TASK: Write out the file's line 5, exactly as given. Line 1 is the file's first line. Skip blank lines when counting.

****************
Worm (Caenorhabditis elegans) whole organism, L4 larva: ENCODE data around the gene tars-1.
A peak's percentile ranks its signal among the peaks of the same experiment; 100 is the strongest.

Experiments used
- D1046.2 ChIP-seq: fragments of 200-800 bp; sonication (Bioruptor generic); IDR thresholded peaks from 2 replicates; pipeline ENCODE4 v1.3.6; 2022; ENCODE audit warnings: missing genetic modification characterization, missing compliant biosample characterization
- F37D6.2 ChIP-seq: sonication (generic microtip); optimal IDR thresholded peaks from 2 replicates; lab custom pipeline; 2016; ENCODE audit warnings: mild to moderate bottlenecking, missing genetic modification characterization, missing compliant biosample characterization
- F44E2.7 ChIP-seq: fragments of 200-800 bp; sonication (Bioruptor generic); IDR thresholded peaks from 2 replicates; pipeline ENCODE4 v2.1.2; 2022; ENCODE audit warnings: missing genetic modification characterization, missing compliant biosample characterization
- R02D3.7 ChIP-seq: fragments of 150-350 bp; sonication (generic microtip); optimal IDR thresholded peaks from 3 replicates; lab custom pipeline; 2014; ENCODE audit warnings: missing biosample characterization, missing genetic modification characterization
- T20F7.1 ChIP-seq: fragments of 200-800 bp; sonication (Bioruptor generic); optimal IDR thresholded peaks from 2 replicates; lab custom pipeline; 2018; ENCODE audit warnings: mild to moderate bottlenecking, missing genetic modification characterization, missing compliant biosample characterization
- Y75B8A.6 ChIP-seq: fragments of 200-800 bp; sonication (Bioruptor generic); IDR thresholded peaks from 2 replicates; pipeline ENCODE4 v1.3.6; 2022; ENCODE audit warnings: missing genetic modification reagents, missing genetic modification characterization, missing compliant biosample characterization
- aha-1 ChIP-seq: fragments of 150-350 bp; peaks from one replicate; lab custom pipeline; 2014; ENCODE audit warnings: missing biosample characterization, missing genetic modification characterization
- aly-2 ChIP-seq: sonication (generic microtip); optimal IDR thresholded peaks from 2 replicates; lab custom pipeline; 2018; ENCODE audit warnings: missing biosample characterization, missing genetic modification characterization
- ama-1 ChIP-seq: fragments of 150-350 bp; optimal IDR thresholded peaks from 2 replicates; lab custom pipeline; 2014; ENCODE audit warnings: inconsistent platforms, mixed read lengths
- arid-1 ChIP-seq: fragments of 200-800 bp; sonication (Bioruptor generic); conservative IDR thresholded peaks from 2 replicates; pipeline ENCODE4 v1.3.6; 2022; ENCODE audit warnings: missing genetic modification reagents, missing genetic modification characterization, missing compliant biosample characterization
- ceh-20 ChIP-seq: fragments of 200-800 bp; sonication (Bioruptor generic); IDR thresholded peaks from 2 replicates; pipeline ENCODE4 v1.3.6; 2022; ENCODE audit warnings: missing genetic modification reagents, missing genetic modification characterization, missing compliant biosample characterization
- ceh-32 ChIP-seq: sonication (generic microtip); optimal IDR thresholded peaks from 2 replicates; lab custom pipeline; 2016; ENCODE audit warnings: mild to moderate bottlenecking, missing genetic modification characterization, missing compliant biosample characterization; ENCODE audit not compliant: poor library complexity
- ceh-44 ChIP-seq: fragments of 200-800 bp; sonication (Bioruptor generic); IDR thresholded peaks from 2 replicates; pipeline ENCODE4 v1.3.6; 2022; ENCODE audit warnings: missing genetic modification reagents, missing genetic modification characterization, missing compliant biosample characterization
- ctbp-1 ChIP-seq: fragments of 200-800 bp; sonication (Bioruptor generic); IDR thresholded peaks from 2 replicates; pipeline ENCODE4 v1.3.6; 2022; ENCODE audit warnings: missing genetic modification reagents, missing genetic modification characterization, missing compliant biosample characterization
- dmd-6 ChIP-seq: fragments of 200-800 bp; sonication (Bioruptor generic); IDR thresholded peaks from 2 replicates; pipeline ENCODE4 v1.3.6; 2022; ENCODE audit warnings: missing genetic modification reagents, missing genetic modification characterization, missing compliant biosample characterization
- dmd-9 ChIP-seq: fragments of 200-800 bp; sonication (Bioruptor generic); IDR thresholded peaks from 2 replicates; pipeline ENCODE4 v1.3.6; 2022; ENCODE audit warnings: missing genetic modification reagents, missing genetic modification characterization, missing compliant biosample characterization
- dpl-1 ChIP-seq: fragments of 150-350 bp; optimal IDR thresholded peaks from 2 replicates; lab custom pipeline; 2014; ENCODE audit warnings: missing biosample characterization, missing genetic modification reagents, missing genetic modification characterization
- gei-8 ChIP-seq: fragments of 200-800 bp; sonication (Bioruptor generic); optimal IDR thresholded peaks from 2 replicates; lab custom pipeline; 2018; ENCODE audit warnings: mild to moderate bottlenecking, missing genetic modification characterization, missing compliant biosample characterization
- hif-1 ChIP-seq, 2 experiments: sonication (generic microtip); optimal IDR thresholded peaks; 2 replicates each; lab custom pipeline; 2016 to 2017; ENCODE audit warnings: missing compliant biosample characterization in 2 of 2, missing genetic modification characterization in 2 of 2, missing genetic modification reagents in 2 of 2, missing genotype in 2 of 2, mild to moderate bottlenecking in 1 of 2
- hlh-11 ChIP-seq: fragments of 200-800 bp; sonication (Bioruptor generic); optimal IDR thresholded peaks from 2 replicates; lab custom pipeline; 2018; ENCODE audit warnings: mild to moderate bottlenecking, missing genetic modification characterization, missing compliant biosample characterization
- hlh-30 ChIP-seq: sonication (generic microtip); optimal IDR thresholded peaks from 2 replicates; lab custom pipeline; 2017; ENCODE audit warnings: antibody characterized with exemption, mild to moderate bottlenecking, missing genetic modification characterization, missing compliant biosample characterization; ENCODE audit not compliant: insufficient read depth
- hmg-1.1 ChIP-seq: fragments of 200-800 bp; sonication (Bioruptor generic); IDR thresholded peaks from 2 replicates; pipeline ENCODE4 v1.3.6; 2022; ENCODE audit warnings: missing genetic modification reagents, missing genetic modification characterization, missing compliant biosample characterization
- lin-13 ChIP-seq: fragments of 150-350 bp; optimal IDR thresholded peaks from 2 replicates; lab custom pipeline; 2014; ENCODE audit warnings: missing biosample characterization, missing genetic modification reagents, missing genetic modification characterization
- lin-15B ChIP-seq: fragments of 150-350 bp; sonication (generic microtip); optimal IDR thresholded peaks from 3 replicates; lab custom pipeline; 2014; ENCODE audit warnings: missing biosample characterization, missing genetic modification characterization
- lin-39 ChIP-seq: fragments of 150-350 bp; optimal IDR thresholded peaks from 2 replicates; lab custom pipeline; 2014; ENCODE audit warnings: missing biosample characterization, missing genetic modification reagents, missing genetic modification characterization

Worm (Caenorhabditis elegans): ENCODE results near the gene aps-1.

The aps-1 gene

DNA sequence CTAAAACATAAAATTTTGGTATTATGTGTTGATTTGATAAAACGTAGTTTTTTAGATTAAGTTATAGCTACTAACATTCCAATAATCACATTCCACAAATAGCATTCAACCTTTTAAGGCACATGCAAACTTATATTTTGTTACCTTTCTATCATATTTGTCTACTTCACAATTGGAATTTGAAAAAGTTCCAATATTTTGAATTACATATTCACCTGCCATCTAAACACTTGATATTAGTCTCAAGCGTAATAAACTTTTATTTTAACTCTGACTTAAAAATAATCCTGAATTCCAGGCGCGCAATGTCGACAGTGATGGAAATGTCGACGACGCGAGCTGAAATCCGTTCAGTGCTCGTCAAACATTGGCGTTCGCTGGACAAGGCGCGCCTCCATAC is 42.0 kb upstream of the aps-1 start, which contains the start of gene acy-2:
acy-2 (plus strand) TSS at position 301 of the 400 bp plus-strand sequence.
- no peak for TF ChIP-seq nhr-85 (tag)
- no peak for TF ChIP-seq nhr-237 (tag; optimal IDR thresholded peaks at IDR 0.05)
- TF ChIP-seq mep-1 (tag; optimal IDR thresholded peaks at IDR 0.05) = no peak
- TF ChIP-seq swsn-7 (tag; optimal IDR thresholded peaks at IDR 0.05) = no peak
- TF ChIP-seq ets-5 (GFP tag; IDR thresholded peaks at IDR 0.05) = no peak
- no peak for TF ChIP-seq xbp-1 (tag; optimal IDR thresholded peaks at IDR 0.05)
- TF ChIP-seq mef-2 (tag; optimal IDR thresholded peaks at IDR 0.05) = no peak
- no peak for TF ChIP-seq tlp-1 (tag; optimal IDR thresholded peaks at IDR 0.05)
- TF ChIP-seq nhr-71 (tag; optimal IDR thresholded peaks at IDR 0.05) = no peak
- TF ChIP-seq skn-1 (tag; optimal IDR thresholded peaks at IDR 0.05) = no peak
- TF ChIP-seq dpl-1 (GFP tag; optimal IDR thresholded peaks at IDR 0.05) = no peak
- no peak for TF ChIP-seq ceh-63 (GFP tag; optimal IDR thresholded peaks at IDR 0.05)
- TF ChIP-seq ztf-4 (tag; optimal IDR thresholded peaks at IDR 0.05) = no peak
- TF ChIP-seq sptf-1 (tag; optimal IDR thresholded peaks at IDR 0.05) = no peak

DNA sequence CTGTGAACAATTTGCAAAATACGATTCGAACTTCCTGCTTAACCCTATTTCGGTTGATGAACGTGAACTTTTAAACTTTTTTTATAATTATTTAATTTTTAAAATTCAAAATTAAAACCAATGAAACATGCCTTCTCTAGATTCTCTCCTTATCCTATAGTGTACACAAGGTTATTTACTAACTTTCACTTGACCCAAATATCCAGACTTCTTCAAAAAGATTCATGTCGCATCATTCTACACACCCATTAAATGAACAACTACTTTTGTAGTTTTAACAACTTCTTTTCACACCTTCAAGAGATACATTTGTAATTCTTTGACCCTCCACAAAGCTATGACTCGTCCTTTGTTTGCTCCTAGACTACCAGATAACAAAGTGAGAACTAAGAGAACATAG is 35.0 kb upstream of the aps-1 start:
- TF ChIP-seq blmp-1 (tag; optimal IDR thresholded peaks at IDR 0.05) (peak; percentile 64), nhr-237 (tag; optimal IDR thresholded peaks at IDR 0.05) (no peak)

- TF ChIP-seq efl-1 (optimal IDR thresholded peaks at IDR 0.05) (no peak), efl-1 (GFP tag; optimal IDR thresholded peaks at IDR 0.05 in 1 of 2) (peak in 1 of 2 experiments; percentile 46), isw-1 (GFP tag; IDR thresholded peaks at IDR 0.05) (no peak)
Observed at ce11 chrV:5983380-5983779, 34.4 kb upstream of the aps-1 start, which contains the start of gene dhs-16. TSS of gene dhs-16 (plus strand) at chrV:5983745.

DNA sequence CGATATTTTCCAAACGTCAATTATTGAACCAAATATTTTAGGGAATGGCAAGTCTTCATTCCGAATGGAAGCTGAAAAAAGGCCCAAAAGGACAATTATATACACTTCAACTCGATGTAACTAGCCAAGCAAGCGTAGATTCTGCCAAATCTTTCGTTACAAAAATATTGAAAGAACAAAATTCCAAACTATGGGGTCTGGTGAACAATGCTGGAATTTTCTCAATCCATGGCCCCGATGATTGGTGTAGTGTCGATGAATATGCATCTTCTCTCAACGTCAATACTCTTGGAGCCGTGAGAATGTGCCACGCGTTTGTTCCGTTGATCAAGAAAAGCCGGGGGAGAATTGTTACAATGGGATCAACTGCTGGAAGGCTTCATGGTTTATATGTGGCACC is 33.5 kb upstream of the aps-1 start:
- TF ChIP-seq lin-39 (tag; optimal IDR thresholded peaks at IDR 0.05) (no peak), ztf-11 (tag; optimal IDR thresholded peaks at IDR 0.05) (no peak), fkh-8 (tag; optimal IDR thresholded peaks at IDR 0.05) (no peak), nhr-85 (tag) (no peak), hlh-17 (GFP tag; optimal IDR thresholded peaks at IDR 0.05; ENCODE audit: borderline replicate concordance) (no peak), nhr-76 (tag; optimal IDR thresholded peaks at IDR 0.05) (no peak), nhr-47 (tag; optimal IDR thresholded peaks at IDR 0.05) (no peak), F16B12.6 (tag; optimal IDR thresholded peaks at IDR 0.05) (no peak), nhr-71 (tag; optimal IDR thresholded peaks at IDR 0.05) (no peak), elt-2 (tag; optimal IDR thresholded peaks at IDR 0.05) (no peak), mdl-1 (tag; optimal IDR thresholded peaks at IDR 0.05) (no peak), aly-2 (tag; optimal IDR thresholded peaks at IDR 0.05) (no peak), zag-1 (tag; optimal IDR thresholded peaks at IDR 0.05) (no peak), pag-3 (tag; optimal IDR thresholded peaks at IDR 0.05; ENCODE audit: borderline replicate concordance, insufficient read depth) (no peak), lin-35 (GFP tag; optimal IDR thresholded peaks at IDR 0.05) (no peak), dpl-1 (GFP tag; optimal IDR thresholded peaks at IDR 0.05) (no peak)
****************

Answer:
- F37D6.2 ChIP-seq: sonication (generic microtip); optimal IDR thresholded peaks from 2 replicates; lab custom pipeline; 2016; ENCODE audit warnings: mild to moderate bottlenecking, missing genetic modification characterization, missing compliant biosample characterization